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B- for Arkansas on Transparency of Government Spending

The Natural State's score of 80 was a significant improvement from last year’s 69.
BOSTON, MA (News release) - Arkansas gets a B- when it comes to government spending transparency, according to “Following the Money 2014: How the 50 States Rate in Providing Online Access to Government Spending Data,” the fifth annual report (see attached) of its kind by the U.S. Public Interest Research Group Education Fund. 
 
“State governments across the country have become more transparent about where public money goes, providing citizens with the information they need to hold elected officials and recipients of public subsidies accountable,” said Phineas Baxandall, Senior Analyst with the U.S. Public Interest Research Group Education Fund. "We're hoping that Arkansas will be a leader next year."
 
Officials from Arkansas and 44 other states provided the researchers with feedback on their initial evaluation of state transparency websites. The leading states with the most comprehensive transparency websites are Indiana, Florida, Oregon, Florida, Texas, Massachusetts, Iowa, Vermont, and Wisconsin.
 
Based on an inventory of the content and ease-of-use of states' transparency websites, the “Following the Money 2014” report assigns each state a grade of “A” to “F.” Described in the report as an "Advancing state," Arkansas' checkbook is searchable by recipient, keyword and agency. Arkansas lost points, for instance, for not providing information about what recipients of economic development subsidies are expected to deliver and not disclosing what results they actually produce. Information is also not provided for some off-budget quasi -public agencies.
 
Arkansas’ score of 80 was a significant improvement from last year’s 69. Grading standards rise each year, so states need to improve transparency each year to be a leader.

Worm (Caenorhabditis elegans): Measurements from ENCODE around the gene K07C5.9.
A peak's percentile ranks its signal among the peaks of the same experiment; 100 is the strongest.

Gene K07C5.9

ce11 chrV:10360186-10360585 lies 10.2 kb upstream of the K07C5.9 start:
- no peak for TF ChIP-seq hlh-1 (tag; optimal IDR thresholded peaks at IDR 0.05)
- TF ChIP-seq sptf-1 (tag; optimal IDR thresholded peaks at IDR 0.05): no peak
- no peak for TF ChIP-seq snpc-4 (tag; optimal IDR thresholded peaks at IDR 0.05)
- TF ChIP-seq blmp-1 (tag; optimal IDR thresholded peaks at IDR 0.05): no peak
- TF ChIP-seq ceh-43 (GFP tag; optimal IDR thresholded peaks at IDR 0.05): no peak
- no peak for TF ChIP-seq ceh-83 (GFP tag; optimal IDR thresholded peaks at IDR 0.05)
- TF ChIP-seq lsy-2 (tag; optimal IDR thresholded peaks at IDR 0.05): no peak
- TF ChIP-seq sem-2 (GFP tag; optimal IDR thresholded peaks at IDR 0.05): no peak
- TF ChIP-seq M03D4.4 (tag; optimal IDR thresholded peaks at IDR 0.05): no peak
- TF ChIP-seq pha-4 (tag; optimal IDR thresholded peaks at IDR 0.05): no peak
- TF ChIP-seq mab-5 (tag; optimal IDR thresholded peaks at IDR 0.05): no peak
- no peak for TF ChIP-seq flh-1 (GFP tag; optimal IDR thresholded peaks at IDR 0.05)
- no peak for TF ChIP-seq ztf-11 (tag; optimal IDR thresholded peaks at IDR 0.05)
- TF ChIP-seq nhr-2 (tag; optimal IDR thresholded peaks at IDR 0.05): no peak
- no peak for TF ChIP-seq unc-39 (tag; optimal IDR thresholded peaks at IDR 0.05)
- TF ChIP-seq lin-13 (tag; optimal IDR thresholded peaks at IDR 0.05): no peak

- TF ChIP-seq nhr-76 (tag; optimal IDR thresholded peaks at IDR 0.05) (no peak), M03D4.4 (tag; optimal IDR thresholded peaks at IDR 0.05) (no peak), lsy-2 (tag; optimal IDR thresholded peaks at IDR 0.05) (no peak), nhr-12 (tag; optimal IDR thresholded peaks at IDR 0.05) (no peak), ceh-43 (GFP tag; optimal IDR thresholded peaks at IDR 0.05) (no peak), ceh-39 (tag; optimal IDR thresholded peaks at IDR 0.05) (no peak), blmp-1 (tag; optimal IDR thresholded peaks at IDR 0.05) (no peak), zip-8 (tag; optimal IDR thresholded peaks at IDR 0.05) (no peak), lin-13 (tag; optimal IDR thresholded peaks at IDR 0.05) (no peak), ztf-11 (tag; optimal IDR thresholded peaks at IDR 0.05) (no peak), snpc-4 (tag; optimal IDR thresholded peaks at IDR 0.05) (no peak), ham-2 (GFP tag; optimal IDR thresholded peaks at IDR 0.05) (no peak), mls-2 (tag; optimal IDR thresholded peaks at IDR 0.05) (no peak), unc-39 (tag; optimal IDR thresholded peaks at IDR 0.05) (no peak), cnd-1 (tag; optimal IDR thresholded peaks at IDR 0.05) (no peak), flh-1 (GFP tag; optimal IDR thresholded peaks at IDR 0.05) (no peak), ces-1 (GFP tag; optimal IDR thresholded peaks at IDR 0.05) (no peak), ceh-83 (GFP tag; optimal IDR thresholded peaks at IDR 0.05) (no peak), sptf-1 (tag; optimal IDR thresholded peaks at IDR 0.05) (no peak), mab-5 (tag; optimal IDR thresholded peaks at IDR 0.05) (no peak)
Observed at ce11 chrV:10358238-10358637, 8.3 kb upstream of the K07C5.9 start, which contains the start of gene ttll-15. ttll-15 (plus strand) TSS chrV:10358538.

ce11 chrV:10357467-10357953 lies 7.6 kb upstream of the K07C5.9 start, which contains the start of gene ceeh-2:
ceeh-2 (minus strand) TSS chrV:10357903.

While many states continue to improve, the states that most distinguished themselves as leaders in spending transparency are those that provide access to types of expenditures that otherwise receive little public scrutiny. For instance, six states provide public access to checkbook-level data on the subsidy recipients for each of the state’s most important economic development programs, allowing citizens and public officials to hold subsidy recipients accountable by listing the public benefits that specific companies were expected to provide and showing the benefits they actually delivered. The most transparent states similarly provide detailed information on subsidies spent through the tax code and “off-budget” quasi-public agencies.

“Rising public expectations about government transparency are clearly making progress,” said Greg LeRoy, executive director of Good Jobs First, an organization that tracks state and local subsidies. “US PIRG’s findings about overall state spending transparency are consistent with our own specific findings about economic development subsidies: there is more data and its quality is improving. Now our collective challenge is to use the data to win more accountability and equity.”
 
“Open information about the public purse is crucial for democratic and effective government,” said Baxandall. “It is not possible to ensure that government spending decisions are fair and efficient unless information is publicly accessible.”
 
At least eight states have launched brand new transparency websites since last year’s report, and most made improvements that are documented in the report.

States that have created or improved their online transparency have typically done so with little upfront cost. In fact, top-flight transparency websites can save money for taxpayers, while also restoring public confidence in government and preventing misspending and pay-to-play contracts. In Arkansas, officials have been able to download and review the state’s financial information to find places to lower costs. For example, Arkansas Teacher Retirement System analyzes travel spending to ensure state employees are carpooling together when possible to reduce the agency’s travel costs.
 
State spending transparency is a non-partisan issue. The report compared transparency scores with a variety of measures of which party rules the state legislative, or sits in the Governor’s office, or how public opinion tilts in the states. Neither Republican nor Democratic states tended to have higher levels of spending disclosure. 
 
Click here to visit the state’s transparency website operated by Arkansas Department of Finance and Administration.
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